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Notice of Inventory Completion: Anthropological Studies Center, Archaeological Collections Facility, Sonoma State University, Rohnert Park, CA

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AGENCY:

National Park Service, Interior.

ACTION:

Notice.

Notice is here given in accordance with the Native American Graves Protection and Repatriation Act (NAGPRA), 25 U.S.C. 3003, of the completion of an inventory of human remains and associated funerary objects in the possession of the Anthropological Studies Center, Archaeological Collections Facility, Sonoma State University, Rohnert Park, CA. The human remains and associated funerary objects were recovered from Marin and Sonoma Counties, CA.

This notice is published as part of the National Park Service's administrative responsibilities under NAGPRA, 25 U.S.C. 3003 (d)(3). The determinations in this notice are the sole responsibility of the museum, institution, or Federal agency that has control of the Native American human remains and associated funerary objects. The National Park Service is not responsible for the determinations in this notice.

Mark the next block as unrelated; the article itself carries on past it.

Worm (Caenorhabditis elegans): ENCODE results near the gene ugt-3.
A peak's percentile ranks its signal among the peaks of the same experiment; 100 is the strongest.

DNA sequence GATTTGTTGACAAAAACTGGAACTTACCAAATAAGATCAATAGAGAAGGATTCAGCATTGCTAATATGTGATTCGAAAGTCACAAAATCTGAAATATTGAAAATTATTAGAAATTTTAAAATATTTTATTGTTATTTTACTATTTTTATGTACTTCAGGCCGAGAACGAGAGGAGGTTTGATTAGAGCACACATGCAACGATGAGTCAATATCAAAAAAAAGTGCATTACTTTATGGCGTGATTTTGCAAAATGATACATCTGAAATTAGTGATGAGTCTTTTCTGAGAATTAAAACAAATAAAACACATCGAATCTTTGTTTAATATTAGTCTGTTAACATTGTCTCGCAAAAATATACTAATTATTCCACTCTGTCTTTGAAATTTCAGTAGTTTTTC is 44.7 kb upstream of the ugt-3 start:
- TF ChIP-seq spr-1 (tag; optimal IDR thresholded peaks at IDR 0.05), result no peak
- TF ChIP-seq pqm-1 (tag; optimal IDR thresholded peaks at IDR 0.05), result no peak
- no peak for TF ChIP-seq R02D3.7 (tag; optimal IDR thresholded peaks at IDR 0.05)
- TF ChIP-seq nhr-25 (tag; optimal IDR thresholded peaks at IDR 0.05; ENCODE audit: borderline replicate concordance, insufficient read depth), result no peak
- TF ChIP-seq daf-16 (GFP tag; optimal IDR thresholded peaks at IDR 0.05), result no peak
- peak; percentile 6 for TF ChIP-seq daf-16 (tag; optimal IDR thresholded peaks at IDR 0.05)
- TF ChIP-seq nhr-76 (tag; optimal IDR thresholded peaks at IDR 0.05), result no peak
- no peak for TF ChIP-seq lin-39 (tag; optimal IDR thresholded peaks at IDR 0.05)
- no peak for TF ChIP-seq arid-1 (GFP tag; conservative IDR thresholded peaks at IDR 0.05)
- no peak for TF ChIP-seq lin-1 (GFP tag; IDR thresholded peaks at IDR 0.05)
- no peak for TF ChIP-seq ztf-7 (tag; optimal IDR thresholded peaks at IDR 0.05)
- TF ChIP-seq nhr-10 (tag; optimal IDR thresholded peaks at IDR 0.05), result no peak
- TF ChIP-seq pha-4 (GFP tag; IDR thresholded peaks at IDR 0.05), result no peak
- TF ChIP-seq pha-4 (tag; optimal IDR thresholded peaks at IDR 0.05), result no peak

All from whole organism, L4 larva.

A detailed assessment of the human remains was made by the Archaeological Collections Facility, Sonoma State University staff in consultation with representatives of the Dry Creek Rancheria of Pomo Indians of California; Elem Indian Colony of Pomo Indians of the Sulphur Bank Rancheria, California; Federated Indians of Graton Rancheria, California; Kashia Band of Pomo Indians of the Stewarts Point Rancheria, California; Middletown Rancheria of Pomo Indians of California; and Tuolumne Band of Me-Wuk Indians of the Tuolumne Rancheria of California.